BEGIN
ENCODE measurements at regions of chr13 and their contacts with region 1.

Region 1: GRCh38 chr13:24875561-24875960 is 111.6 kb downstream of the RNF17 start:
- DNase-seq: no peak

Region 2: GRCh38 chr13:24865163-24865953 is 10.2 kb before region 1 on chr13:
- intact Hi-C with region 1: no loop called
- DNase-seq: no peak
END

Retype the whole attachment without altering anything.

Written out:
ENCODE measurements at regions of chr13 and their contacts with region 1.

Region 1: GRCh38 chr13:24875561-24875960 is 111.6 kb downstream of the RNF17 start:
- DNase-seq: no peak

Region 2: GRCh38 chr13:24865163-24865953 is 10.2 kb before region 1 on chr13:
- intact Hi-C with region 1: no loop called
- DNase-seq: no peak